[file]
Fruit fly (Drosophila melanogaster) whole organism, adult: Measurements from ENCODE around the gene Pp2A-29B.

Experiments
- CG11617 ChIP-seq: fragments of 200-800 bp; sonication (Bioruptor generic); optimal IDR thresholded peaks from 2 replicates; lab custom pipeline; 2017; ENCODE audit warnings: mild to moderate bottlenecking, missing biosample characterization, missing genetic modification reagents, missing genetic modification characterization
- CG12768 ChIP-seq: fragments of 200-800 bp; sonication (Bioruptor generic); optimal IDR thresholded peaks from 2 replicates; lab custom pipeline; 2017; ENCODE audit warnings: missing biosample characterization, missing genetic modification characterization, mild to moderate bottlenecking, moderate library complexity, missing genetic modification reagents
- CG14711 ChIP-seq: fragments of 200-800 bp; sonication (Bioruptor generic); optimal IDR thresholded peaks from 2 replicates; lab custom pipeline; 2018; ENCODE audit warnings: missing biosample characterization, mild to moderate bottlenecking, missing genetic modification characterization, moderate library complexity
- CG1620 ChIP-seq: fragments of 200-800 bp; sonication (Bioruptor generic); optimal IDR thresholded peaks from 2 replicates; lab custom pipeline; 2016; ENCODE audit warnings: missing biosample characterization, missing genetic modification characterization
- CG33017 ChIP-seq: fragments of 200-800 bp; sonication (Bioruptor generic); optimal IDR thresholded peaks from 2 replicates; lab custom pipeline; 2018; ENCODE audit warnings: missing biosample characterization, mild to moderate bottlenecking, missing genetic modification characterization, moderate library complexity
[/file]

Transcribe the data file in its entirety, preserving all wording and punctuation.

Fruit fly (Drosophila melanogaster) whole organism, adult: Measurements from ENCODE around the gene Pp2A-29B.

Experiments
- CG11617 ChIP-seq: fragments of 200-800 bp; sonication (Bioruptor generic); optimal IDR thresholded peaks from 2 replicates; lab custom pipeline; 2017; ENCODE audit warnings: mild to moderate bottlenecking, missing biosample characterization, missing genetic modification reagents, missing genetic modification characterization
- CG12768 ChIP-seq: fragments of 200-800 bp; sonication (Bioruptor generic); optimal IDR thresholded peaks from 2 replicates; lab custom pipeline; 2017; ENCODE audit warnings: missing biosample characterization, missing genetic modification characterization, mild to moderate bottlenecking, moderate library complexity, missing genetic modification reagents
- CG14711 ChIP-seq: fragments of 200-800 bp; sonication (Bioruptor generic); optimal IDR thresholded peaks from 2 replicates; lab custom pipeline; 2018; ENCODE audit warnings: missing biosample characterization, mild to moderate bottlenecking, missing genetic modification characterization, moderate library complexity
- CG1620 ChIP-seq: fragments of 200-800 bp; sonication (Bioruptor generic); optimal IDR thresholded peaks from 2 replicates; lab custom pipeline; 2016; ENCODE audit warnings: missing biosample characterization, missing genetic modification characterization
- CG33017 ChIP-seq: fragments of 200-800 bp; sonication (Bioruptor generic); optimal IDR thresholded peaks from 2 replicates; lab custom pipeline; 2018; ENCODE audit warnings: missing biosample characterization, mild to moderate bottlenecking, missing genetic modification characterization, moderate library complexity